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Protect Liberia’s elections from its political class

 By S. Karweaye

Liberians will go to the polls for elections in October 2023. In line with its mandate, the National Election Commission (NEC) released electoral dates ahead of the 2023 general and presidential elections with the date of the election being put on October 10, 2023, and campaigns will begin on September 4, 2023, and end on October 8, 2023. 

In Liberia, the campaign period is a very delicate time and is often characterized by violence, abuse of power, hate speech, and corruption. For the 2023 general elections, Liberians will elect a president and vice president, senators, and members of the house of representatives. The elections come with huge logistical and operational challenges, but the greatest challenge facing election officials in Liberia is the enforcement of rules, and by extension, securing the cooperation of the political class. The 2023 elections, if not well managed, portend to be a turbulent one concerning upholding democratic values in Liberia

The framers of the Constitution of Liberia chose population to be the basis for sharing political power, not wealth or land. Article 39 of the Constitution states: “The Legislature shall cause a census of the Republic to be undertaken every ten years… ” The census provides significant information for development planning. Unfortunately, the census, which should have been held since 2019, has been postponed thrice. The estimated cost for the census is US$20 million with the Government of Liberia expected to contribute $3 million, while the United Nations Population Fund (UNFP) and other partners provide the larger portion of the census budget.

In September 2022, the Plenary of the House of Representatives passed a joint resolution forwarded to it by the Liberian Senate calling for the NPHC to be conducted this year. The resolution, as passed, sets October 24 to November 7, 2022, as the new date for the 2022 National Population and Housing Census. However, with barely 13 months until elections, it is becoming increasingly apparent that the government’s plan to conduct a census is heading to a mess, as the writings on the wall clearly indicate. 

Accusations and counter-accusations of significant corruption among some public officials at the country’s statistical house — Liberia Institute of Statistics and Geo-Information Services (LISGIS) have surfaced, The corruption allegation against LISGIS came to light after FrontPage Africa reported that out of US$1.8 million received by LISGIS from the government of Liberia as a share of the budget to conduct the delayed national housing and population census, only US$ 700,000 has been transferred by LISGIS to the Census account, which is being managed by the United Nations Population Fund (UNFPA). FPA investigation established that to date, the remaining US$300,000 remains unaccounted for. Also, FPA gathered that LISGIS Director General Francis has been making withdrawals from the LISGIS census account unilaterally and converting the same into personal use and in some instances, amounts withdrawn are distributed among him and his principal deputies.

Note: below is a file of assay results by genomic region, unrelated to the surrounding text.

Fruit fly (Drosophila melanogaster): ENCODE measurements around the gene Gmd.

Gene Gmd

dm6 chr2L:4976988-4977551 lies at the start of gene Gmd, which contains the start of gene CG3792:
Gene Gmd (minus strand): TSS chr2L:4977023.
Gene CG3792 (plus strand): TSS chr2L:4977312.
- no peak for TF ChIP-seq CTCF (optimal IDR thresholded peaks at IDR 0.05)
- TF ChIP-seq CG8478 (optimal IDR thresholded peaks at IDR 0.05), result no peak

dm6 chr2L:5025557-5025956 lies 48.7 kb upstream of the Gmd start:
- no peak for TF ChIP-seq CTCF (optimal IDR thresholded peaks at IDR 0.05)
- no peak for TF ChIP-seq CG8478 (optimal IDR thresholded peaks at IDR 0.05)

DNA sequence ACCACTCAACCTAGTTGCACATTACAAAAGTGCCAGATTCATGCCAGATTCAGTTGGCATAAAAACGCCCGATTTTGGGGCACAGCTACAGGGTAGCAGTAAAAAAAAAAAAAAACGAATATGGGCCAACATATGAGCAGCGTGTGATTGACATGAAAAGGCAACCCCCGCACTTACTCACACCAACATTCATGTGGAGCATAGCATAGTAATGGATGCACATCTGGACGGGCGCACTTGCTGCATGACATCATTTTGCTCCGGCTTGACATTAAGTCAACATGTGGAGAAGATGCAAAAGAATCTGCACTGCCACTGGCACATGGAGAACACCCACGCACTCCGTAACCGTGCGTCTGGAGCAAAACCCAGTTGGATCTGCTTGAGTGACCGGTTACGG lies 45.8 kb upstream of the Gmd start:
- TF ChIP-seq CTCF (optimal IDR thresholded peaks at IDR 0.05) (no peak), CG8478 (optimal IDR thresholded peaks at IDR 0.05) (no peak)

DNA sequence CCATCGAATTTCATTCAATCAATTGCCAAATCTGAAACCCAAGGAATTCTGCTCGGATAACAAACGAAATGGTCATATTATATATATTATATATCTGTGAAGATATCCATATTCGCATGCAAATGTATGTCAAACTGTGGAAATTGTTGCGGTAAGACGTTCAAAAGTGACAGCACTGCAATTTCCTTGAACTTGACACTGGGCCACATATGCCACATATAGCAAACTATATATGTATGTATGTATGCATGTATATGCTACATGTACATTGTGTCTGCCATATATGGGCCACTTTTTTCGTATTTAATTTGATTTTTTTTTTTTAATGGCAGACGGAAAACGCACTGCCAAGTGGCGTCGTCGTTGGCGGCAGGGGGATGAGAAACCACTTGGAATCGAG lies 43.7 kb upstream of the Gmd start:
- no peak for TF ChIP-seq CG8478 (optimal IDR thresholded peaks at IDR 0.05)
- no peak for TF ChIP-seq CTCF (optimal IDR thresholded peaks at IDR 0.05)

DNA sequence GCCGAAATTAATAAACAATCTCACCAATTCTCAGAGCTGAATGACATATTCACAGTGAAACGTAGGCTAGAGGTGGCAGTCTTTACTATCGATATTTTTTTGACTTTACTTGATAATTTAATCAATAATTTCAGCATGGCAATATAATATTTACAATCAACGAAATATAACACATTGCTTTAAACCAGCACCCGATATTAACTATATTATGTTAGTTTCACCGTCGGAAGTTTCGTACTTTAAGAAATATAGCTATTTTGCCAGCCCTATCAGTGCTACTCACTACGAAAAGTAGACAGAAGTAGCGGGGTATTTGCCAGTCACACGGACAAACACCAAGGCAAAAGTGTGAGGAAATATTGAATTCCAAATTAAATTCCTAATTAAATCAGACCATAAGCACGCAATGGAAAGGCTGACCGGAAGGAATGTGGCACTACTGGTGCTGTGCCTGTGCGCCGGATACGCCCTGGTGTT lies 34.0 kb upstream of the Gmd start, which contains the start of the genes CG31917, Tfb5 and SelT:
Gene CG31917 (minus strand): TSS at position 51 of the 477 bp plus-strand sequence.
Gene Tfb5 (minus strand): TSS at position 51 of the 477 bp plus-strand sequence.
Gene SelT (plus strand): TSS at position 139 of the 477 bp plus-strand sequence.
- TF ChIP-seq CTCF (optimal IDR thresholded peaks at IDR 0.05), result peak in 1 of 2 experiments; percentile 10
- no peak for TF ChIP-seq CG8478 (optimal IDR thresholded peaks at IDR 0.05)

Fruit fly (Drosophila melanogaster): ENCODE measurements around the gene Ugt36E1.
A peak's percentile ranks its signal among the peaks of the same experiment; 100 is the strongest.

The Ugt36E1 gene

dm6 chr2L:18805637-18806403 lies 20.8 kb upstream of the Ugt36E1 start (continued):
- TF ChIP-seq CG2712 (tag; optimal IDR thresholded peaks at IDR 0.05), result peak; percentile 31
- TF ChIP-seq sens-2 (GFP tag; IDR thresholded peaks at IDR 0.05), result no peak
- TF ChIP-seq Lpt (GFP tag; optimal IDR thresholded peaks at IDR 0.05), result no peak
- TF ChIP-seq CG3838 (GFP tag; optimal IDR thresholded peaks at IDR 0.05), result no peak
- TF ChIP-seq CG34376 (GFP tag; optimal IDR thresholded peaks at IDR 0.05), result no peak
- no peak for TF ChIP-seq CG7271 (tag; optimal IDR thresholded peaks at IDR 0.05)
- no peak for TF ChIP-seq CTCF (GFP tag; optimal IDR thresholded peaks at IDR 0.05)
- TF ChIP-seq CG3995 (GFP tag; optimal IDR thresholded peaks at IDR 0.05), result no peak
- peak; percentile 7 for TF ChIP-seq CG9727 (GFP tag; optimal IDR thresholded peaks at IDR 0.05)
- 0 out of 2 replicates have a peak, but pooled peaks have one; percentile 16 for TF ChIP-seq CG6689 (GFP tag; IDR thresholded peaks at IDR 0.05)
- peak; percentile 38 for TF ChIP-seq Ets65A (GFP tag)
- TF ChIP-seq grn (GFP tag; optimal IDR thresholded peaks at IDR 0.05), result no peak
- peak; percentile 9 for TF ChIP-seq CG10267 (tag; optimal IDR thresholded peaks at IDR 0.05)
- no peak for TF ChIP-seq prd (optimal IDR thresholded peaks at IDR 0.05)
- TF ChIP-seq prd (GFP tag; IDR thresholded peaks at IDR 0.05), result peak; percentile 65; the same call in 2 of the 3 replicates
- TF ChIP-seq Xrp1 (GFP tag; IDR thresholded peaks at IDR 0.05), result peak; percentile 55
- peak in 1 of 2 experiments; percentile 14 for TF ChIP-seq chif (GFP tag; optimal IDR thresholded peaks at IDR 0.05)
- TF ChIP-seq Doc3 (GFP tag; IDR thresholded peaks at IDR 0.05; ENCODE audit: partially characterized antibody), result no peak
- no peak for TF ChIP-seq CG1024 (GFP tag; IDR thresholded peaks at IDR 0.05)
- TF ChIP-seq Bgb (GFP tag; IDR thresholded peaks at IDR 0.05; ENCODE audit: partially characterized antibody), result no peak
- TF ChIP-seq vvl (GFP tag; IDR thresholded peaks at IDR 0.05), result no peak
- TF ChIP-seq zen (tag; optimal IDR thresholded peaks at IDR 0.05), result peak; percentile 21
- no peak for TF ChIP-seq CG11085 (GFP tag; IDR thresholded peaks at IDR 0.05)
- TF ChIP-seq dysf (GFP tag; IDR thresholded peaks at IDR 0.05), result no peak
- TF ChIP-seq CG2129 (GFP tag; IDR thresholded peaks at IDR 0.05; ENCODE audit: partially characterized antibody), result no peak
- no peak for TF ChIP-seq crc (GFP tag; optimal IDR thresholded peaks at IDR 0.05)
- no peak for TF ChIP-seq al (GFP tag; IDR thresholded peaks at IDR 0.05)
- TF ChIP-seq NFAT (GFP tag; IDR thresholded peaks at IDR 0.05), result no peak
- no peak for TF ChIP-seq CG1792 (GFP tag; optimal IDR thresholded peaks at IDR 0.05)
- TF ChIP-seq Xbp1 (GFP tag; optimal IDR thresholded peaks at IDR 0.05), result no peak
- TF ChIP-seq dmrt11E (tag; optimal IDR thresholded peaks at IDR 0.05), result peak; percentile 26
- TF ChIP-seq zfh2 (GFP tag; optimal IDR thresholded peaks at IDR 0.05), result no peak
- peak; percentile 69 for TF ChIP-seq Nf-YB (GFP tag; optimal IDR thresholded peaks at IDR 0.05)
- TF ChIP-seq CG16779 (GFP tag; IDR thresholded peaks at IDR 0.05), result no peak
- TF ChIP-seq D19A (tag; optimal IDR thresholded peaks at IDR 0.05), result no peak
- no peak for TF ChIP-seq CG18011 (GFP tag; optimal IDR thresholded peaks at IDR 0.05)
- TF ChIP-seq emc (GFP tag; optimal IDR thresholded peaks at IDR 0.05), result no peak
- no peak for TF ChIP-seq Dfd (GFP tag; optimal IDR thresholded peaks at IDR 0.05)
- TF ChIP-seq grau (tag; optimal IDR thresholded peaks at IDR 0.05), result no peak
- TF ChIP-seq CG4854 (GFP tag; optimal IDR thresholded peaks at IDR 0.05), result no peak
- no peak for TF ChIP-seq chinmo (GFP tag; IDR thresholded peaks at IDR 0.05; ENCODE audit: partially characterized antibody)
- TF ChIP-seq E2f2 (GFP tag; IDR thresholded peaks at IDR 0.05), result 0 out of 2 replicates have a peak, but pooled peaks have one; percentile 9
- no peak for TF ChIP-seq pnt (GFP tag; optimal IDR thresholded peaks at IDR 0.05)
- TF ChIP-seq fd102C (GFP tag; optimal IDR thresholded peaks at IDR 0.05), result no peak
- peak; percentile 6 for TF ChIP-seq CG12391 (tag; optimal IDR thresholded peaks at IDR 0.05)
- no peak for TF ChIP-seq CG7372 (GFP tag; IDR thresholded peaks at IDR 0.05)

The Liberia Anti-Corruption Commission (LACC) had indicted several senior officials of LISGIS, including director Francis F. Wreh, Mr. Lawrence George, Mr. Wilmot Smith, and Mr. Dominic Paye for corruption before President George Manneh Weah thru the 54th Legislature dissolved the anti-graft commission. he former LACC had documented thru an Investigative Report that Mr. Francis F. Wreh, Mr. Lawrence George, and Mr. Dominic Paye in the discharge of their duties as director general, deputy director general for administration, deputy director general for information and coordination, and comptroller respectively knowingly and wilfully authorized the withdrawal and spending of cumulatively US$70,000 of the census fund in June this year. Unfortunately, the Executive Mansion thru President Weah challenged the report on grounds that the accused were never given due process. The President then hastily moved along with the Legislature and announced the dissolution of the entire LACC and its officials, effectively trashing the indictment.

The National Election Commission’s integrity has been called into question after the Chairperson of the NEC was hooked for corruption, conflict of interest, and money laundering by the Liberia LACC. The LACC’s findings against Davidetta Browne-Lansanah are a result of a month-long investigation into a Daily Observer report that the electoral body leased twenty facial recognition thermometers at the total cost of US$182,320 from a firm with family links to the NEC chair. In the end, the LACC investigation found Mrs. Lansanah to violate Section 1.3.6, of the National Code of Conduct, which speaks against conflict of interest; Part II, Section 2.2 of the LACC Act and section 15.3 of the Money laundering Act of 2012. The NEC Chairperson has neither resigned nor dismissed. 

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In September 2022, the Liberian Senate amended the Elections Law and declared all election magistrates’ seats vacant nearing crucial elections. According to James Fromayan, a former Chairman of the NEC, the Senate amendment is unfortunate, and the Legislature has embarked on tampering with the election law for the wrong reason, rather than for the good of the country.